Thomas Vaughan of Middlesbrough was the largest manufacturer of pig iron in the world.
Thomas Vaughan (1836 – 1900) was the only son of John Vaughan, partner in Bolckow Vaughan & Co, iron manufacturers of Middlesbrough, North East England.
Thomas Vaughan worked at Bolckow & Vaughan. His father gifted him half of his shares in the firm, to the value of £200,000. Using these funds, Thomas Vaughan established works at South Bank and Clay Lane, Eston, Middlesbrough.
By 1869 Thomas Vaughan & Co was the largest manufacturer of pig iron in the world.
In 1869 T Vaughan & Co opened two new furnaces which could each produce 400 tons of pig iron per week. In 1871 there were 16 blast furnaces.
In 1871 700 blast-furnacemen went on strike, demanding an increase in pay. All of the strikers were dismissed.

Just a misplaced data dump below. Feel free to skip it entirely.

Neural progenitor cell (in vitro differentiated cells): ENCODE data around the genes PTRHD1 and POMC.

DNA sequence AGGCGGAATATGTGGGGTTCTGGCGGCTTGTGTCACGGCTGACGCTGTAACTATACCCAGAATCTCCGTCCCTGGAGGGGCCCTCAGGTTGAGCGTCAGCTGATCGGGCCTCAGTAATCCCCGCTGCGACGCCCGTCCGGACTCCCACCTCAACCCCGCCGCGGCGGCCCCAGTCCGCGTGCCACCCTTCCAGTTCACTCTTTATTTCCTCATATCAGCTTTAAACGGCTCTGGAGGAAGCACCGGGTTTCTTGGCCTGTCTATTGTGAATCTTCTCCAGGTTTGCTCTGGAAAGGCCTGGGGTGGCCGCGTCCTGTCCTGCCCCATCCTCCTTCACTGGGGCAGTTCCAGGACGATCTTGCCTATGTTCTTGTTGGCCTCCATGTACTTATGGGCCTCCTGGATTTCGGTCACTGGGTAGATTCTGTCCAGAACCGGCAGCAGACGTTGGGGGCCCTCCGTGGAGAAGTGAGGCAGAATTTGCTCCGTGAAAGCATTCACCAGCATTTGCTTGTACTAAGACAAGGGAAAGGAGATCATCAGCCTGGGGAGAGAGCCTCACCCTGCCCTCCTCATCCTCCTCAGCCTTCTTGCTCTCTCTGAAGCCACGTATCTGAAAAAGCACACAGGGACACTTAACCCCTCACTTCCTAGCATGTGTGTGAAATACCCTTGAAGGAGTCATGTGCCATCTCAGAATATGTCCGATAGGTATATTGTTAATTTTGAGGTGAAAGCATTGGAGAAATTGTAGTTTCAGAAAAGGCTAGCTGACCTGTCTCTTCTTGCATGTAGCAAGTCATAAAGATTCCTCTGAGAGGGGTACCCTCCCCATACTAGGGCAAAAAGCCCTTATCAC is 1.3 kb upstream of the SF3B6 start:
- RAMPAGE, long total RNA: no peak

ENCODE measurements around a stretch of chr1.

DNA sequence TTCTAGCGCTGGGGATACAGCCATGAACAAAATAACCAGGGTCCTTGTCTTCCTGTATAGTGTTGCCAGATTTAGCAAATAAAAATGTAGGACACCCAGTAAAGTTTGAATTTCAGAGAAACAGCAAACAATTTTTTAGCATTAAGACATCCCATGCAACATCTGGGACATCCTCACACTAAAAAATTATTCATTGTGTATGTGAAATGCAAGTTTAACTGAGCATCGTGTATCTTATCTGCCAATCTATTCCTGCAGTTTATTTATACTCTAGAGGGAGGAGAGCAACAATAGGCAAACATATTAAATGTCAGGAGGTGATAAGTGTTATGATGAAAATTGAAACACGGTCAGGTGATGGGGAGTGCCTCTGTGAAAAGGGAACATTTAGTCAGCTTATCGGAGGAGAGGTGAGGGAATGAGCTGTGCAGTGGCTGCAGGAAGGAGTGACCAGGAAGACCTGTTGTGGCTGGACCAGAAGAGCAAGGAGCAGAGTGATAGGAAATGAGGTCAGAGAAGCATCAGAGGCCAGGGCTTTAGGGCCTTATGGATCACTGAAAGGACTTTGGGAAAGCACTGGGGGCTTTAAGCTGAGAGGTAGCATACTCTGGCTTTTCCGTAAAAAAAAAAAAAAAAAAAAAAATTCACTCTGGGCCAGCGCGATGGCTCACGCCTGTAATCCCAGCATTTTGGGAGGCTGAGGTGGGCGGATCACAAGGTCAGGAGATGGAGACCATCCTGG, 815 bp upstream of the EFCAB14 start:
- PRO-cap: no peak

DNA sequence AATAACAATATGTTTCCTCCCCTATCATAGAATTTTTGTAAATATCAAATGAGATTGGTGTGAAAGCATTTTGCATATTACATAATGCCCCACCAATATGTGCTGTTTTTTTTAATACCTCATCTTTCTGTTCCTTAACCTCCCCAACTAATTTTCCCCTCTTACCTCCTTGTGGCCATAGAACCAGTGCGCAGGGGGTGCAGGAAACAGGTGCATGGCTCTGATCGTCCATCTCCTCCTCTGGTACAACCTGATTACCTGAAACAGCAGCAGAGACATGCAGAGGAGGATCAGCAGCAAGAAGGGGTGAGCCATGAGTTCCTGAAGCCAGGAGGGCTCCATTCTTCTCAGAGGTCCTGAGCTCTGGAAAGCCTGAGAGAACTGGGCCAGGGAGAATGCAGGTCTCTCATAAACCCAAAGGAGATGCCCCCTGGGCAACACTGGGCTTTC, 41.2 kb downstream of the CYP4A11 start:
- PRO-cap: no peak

In 1872 the firm had nine furnaces (7.5 of which were in blast) at South Bank and six at Clay Lane. The firm had 36 puddling furnaces at Whessoe, Darlington and 30 at Bishop Auckland.
George Neesham, the general manager, was brought in as a junior partner to reflect his long service to the firm.
In 1876 the loss-making business entered administration. The gross liabilities of the firm amounted to over £1 million.
In 1879 eight furnaces of the South Bank Iron Works were acquired by Bolckow Vaughan & Co for £125,000.
After being dismissed from his company in 1878, Vaughan retired from business. In his latter years he was an invalid.